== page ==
Friday, 12 November 2010

Are Lecturers Being Dunces Over Public Service Cutbacks?

Whilst it is understandable for any group of employees to try and defend their positions and income it seems rather ill-judged for lecturers to implicitly condone the reckless behaviour of the vandals at Goldsmiths by suggesting that:

"The real violence in this situation relates not to a smashed window but to the destructive impact of the cuts." 

There are logical problems with the deliberate use of English in their statement. They have isolated an act from its context. The smashed window was part of episodes of aggressive behaviour. It was an act borne out of generative mechanism relating to a set of ideas that condone the use of violence to make a point. It downplays the significance and meaning of the act.

The claim above also suggests that breaking windows is analogous to a management process that (whether well judged or not) is re-structuring processes and monies. Nothing in that process is being physically broken. Now I've been there, in the commercial world where for whatever reason my job was under threat. I've lost my job and it is not a pleasant experience. Did I go the merchant banks that I thought played a significant part in that experience and smash their windows? No. I faced up to the situation and moved on.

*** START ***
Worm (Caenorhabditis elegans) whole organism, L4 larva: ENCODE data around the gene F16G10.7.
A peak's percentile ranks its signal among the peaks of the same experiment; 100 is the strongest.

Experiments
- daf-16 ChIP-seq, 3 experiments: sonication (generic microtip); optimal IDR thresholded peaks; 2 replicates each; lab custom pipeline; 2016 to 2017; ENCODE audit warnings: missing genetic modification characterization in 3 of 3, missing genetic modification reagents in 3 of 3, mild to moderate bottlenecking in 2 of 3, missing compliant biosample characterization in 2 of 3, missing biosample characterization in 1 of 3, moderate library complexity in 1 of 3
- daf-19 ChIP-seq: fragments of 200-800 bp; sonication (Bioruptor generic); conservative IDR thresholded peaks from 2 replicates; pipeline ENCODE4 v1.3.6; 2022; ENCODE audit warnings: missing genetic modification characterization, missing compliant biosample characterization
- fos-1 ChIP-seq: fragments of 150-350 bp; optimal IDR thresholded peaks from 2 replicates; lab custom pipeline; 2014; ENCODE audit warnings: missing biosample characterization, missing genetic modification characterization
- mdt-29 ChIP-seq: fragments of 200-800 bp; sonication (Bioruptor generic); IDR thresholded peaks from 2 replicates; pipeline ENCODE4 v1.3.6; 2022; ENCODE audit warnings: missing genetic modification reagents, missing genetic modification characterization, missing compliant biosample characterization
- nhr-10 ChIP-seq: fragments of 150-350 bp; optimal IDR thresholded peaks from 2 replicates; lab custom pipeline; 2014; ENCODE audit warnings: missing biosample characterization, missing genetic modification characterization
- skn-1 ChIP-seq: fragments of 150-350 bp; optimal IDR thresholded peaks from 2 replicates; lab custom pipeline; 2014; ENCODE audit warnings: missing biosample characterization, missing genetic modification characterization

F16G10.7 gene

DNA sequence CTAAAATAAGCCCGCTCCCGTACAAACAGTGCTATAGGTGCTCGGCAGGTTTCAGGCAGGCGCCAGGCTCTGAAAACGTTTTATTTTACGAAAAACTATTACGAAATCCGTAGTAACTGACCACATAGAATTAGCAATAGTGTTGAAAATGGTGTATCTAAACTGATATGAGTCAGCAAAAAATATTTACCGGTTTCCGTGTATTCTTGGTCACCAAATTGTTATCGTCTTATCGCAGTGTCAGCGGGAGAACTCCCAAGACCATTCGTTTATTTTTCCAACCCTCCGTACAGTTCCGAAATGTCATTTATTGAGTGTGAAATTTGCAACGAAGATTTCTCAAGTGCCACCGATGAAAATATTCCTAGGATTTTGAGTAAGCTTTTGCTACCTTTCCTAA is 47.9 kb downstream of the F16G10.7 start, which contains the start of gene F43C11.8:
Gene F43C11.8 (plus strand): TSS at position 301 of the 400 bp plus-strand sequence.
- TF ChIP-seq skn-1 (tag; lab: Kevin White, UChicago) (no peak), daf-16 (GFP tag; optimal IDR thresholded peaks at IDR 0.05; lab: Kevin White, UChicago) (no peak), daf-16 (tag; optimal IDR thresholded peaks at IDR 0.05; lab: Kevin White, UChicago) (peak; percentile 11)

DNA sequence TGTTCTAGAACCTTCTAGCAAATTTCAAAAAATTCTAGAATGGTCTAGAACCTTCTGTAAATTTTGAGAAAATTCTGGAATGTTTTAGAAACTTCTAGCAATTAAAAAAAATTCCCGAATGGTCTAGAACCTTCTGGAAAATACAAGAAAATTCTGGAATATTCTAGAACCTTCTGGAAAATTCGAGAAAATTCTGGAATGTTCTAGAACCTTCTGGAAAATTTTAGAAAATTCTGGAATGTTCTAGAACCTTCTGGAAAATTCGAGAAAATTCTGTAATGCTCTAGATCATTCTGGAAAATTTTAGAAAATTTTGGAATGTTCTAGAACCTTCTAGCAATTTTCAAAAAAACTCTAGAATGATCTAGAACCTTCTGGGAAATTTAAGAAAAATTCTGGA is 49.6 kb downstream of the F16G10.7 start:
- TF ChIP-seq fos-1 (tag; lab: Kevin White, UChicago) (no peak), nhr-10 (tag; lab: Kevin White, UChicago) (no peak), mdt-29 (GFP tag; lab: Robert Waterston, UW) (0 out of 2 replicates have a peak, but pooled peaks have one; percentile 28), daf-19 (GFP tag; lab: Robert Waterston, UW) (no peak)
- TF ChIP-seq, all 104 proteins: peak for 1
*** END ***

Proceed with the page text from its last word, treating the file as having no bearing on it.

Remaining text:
I am there now. As an academic I believe that people have a right to access Higher Education. I believe that the country should invest in HE as the R&D department of UK plc too, and it has to be investment that is valued. of course axiological judgements will be made, and that is how the issue should be debated. What do we as a society value and what is valued in our Higher Education experience and output.  That said Higher Education doesn't simply have a right to exist because it is Higher Education. It needs to provide true value (epistemologically, pedagogically and practically) and that value has a value that is worth paying for by the people who study. The relativist agenda that suggests that all things are equal (except my point of view which is the best of all) is child like in its grasp of social reality.Some people might not be bright enough or financially capable of having HE. There should be mechanisms to help the exceptional not processes to facilitate the ordinary.

The violent tantrum of the students at Goldsmiths will, if they educate themselves, be realised as incapable of changing anything. It was a destructive act not a generative act. Where are the ideas for solving the problem of funding HE from these bright sparks? The lecturers who have supported the violence have done their students a disservice. They have endorsed a partial grasp of social reality, they have not encouraged imaginative thinking, they have not developed a true sense of critical thinking on and in the nature of HE provision.



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